The risks facing the world economy appear to be intensifying. The trade war between the US and China has gradually increased in terms of its size and scale, while Brexit is now a matter of weeks away. Furthermore, the outlook for the European economy remains precarious, while China and the US are forecast to post slower growth in 2020 than in 2019.
All of this could mean that investors become increasingly downbeat about the prospects for the world economy. This could lead to a volatile period for the stock market, while it may also mean that the gold price continues to move higher.
Here’s why that trend could continue, and why buying into the rising gold price could prove to be a shrewd move.
Store of wealth
History shows that gold has been a store of wealth for many centuries. During the most challenging economic periods, gold has often been in high demand. This has led to it offering a lower positive correlation with the wider economy’s performance than many other mainstream assets.
Due to the aforementioned risks facing the world economy, the gold price has moved significantly higher during the course of 2019. It now trades 17% higher than it did at the start of the year. Since it had failed to rise over the previous four years, this suggests that demand for gold has spiked in recent months.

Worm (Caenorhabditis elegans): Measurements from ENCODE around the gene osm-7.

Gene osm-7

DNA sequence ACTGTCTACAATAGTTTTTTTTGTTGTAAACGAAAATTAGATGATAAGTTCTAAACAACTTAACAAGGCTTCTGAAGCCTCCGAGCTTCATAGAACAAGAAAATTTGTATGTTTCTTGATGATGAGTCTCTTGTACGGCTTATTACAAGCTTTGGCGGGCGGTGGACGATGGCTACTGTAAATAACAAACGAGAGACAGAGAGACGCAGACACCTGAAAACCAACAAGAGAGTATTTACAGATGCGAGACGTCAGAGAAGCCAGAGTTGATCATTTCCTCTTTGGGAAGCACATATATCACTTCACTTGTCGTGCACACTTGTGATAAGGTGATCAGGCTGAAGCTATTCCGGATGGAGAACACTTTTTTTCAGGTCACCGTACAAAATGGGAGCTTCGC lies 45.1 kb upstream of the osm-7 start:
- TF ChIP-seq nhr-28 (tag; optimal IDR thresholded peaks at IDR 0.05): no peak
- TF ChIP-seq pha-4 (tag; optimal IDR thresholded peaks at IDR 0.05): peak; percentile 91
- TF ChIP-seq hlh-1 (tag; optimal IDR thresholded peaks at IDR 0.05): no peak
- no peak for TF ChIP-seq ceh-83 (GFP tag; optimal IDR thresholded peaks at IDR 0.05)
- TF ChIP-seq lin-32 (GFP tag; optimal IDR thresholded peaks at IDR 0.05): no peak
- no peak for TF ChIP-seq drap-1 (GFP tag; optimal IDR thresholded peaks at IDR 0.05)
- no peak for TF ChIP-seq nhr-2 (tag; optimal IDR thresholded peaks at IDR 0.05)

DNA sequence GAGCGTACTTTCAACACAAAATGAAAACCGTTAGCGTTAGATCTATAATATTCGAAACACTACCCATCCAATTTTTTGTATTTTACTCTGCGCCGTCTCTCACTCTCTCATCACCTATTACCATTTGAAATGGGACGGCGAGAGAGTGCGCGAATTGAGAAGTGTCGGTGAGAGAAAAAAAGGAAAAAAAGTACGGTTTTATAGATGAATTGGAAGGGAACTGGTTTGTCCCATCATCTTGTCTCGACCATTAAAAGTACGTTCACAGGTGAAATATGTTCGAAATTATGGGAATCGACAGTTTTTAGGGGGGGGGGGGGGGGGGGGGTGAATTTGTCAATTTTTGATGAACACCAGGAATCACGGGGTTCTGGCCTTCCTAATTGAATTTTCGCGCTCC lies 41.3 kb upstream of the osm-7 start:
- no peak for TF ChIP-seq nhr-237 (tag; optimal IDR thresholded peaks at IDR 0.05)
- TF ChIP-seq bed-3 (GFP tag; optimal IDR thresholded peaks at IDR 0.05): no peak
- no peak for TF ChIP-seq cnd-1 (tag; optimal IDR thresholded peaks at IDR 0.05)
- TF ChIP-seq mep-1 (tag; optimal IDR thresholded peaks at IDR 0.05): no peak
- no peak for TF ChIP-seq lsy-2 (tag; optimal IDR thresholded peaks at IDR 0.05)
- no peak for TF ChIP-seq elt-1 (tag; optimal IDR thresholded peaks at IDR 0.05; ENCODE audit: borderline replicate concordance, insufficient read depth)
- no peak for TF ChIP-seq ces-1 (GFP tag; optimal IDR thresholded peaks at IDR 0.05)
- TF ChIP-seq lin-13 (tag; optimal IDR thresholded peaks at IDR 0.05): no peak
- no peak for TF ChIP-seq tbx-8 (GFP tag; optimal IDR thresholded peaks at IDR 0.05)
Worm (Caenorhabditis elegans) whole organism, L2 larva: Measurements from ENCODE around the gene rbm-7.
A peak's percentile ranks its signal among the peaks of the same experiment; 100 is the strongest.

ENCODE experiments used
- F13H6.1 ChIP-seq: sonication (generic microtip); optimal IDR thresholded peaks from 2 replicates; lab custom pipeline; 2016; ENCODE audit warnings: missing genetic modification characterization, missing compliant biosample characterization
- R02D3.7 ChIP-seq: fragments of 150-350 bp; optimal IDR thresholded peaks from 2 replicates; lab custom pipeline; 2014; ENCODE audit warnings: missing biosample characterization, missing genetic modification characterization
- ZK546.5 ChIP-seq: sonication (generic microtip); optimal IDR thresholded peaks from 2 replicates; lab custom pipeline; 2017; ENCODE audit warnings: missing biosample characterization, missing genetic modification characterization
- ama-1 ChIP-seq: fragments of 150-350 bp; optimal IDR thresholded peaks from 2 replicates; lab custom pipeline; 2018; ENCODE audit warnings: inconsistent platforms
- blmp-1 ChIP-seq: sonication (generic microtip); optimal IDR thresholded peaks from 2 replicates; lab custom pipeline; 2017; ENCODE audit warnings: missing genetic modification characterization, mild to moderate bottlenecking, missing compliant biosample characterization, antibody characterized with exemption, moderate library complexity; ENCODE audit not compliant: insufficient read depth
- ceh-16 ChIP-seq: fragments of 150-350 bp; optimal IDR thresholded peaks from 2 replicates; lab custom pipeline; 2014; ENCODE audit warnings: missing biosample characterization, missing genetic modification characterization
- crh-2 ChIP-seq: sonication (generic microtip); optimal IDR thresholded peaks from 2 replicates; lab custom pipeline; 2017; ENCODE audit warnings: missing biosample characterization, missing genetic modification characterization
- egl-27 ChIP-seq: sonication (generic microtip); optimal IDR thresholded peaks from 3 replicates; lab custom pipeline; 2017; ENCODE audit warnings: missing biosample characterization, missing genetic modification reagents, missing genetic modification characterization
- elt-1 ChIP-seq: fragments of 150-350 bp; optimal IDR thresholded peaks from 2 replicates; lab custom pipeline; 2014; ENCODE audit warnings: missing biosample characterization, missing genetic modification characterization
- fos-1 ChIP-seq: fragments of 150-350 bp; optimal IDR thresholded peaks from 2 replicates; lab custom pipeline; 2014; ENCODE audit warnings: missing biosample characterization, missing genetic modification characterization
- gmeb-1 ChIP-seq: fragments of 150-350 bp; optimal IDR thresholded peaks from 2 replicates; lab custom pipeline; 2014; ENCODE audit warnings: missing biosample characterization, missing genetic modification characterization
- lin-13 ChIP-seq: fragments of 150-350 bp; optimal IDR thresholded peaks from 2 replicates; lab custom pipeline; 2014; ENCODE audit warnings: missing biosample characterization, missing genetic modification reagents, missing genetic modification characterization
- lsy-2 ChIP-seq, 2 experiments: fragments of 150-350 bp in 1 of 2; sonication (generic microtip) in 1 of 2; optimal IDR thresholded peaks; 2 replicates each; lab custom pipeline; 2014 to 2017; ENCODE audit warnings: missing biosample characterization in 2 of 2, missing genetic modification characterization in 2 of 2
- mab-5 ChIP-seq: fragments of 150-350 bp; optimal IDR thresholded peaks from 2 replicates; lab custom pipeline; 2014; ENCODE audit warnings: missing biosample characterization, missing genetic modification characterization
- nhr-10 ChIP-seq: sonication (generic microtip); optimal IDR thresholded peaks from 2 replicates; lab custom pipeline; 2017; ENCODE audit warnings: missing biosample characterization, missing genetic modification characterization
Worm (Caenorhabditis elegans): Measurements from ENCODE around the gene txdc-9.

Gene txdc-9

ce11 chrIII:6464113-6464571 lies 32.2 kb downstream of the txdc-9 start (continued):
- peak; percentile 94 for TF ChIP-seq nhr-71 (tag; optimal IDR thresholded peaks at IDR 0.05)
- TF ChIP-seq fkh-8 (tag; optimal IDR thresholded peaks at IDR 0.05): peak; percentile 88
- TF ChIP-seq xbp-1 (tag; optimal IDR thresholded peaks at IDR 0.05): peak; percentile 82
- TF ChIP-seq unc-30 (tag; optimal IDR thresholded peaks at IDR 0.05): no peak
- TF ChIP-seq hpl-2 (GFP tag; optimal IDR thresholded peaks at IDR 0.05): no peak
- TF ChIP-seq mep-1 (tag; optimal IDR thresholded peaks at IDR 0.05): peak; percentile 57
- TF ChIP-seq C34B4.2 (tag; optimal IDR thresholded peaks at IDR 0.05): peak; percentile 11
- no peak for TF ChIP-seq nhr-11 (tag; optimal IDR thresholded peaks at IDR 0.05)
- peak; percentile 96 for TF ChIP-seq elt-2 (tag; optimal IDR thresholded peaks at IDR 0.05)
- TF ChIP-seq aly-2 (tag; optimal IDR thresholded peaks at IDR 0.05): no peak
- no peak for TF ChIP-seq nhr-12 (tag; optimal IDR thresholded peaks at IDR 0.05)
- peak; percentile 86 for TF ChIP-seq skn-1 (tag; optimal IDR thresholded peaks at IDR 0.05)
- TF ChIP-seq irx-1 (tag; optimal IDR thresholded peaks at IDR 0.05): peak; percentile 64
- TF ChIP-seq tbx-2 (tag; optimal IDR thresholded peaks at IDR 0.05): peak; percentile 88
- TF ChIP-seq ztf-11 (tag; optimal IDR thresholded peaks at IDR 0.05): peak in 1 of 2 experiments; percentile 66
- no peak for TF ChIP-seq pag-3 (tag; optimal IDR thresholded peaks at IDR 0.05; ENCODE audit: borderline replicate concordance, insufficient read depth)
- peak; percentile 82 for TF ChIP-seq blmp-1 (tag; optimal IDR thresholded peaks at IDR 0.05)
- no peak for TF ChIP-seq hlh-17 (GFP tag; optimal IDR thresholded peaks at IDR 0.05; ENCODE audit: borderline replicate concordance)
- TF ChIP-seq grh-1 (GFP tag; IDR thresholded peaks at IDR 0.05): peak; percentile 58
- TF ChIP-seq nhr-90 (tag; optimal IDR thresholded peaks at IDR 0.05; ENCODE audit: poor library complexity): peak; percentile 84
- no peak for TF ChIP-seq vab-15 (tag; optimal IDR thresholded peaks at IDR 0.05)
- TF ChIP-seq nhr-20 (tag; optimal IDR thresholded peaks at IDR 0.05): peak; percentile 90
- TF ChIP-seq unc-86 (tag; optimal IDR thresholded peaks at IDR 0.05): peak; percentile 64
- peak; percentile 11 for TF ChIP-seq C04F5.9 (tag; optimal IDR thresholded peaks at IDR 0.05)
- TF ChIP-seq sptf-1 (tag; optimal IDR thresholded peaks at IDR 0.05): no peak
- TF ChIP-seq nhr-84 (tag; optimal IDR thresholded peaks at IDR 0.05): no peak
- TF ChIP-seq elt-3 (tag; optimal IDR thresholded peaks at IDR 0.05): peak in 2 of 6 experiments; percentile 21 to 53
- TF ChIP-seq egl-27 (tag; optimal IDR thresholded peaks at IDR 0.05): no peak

If the risks to the global economy remain high, gold could realistically trade much higher than it does today. In fact, when fears surrounding the world economy’s prospects were elevated in 2011 it traded 23% higher than it does today.
Interest rate falls
One factor that limited the rise in the gold price prior to 2019 was an increasingly restrictive US monetary policy. Since the US economy was delivering improving levels of performance, its interest rates were increased. This inhibited the gold price, since it became less appealing when compared to income-producing assets such as bonds and cash.
Now, though, investors expect the US to cut interest rates instead of increasing them. This could mean that gold gradually becomes increasingly attractive when compared to income-producing assets, which may lead to a rising gold price over the medium term. This could mean that if the economic outlook remains uncertain, interest rate cuts catalyse the gold price.
Even though the gold price has risen sharply in 2019, a number of major gold miners continue to offer good value for money. Therefore, they could deliver high long-term returns to investors – even if the world economy goes on to generate a high rate of growth.
As such, having exposure to the gold price through owning a diverse range of gold miners appears to be a sound move. It could help to protect your portfolio against the threat of a recession, as well as offer long-term upside.
Motley Fool UK 2019